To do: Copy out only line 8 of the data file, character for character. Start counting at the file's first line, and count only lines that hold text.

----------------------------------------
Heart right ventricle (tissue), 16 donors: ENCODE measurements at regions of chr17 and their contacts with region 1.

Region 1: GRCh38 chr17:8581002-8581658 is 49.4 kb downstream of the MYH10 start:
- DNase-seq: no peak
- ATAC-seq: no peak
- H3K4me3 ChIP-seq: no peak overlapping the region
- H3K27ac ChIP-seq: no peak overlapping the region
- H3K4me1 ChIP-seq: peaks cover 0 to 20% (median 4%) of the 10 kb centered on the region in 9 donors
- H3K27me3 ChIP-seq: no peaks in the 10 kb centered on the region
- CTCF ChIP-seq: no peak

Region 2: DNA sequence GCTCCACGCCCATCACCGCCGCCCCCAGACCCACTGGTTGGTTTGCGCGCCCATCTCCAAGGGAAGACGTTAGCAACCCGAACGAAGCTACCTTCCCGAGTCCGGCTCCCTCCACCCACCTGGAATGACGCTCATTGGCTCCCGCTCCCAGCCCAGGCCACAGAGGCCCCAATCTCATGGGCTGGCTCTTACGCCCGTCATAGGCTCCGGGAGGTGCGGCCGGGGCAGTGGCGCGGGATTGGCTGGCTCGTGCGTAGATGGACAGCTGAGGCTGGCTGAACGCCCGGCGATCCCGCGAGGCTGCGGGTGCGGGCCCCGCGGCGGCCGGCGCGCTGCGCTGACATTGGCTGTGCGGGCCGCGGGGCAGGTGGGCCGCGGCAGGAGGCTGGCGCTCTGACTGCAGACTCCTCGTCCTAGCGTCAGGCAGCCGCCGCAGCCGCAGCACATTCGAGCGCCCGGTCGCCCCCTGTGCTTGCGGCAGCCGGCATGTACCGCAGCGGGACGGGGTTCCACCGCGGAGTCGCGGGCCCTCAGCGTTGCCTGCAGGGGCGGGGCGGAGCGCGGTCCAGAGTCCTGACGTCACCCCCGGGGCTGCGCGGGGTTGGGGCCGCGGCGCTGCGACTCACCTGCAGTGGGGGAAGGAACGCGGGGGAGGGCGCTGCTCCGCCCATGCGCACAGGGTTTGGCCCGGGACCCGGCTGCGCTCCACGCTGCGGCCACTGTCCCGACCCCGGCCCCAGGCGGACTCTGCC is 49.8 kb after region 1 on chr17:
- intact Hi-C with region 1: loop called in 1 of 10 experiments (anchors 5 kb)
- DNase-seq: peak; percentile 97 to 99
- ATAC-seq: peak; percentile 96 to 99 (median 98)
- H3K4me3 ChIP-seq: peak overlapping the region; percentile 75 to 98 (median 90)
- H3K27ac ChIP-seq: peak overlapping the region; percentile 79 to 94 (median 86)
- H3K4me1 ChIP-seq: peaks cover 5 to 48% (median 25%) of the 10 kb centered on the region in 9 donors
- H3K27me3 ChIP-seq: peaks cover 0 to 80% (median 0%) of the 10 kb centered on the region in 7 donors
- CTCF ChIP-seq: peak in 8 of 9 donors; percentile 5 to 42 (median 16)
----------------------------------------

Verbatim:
- H3K27me3 ChIP-seq: no peaks in the 10 kb centered on the region